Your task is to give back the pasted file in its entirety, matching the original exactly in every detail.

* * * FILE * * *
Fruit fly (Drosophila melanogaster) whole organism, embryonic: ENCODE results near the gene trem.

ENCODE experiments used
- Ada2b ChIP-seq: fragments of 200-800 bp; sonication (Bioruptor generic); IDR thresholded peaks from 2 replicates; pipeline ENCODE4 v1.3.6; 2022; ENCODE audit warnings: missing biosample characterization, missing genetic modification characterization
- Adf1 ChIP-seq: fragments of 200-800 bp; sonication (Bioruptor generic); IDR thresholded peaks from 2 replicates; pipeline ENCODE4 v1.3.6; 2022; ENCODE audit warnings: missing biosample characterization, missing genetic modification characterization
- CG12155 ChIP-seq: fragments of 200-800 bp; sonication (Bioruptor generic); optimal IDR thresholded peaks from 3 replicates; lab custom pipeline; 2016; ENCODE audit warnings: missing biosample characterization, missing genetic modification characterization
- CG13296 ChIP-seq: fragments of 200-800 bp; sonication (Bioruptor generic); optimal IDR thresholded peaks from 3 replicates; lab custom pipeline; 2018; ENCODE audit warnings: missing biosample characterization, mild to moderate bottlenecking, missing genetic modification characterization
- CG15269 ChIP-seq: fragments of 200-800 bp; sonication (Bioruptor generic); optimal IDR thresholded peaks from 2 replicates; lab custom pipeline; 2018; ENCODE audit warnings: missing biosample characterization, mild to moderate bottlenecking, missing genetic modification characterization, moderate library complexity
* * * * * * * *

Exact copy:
Fruit fly (Drosophila melanogaster) whole organism, embryonic: ENCODE results near the gene trem.

ENCODE experiments used
- Ada2b ChIP-seq: fragments of 200-800 bp; sonication (Bioruptor generic); IDR thresholded peaks from 2 replicates; pipeline ENCODE4 v1.3.6; 2022; ENCODE audit warnings: missing biosample characterization, missing genetic modification characterization
- Adf1 ChIP-seq: fragments of 200-800 bp; sonication (Bioruptor generic); IDR thresholded peaks from 2 replicates; pipeline ENCODE4 v1.3.6; 2022; ENCODE audit warnings: missing biosample characterization, missing genetic modification characterization
- CG12155 ChIP-seq: fragments of 200-800 bp; sonication (Bioruptor generic); optimal IDR thresholded peaks from 3 replicates; lab custom pipeline; 2016; ENCODE audit warnings: missing biosample characterization, missing genetic modification characterization
- CG13296 ChIP-seq: fragments of 200-800 bp; sonication (Bioruptor generic); optimal IDR thresholded peaks from 3 replicates; lab custom pipeline; 2018; ENCODE audit warnings: missing biosample characterization, mild to moderate bottlenecking, missing genetic modification characterization
- CG15269 ChIP-seq: fragments of 200-800 bp; sonication (Bioruptor generic); optimal IDR thresholded peaks from 2 replicates; lab custom pipeline; 2018; ENCODE audit warnings: missing biosample characterization, mild to moderate bottlenecking, missing genetic modification characterization, moderate library complexity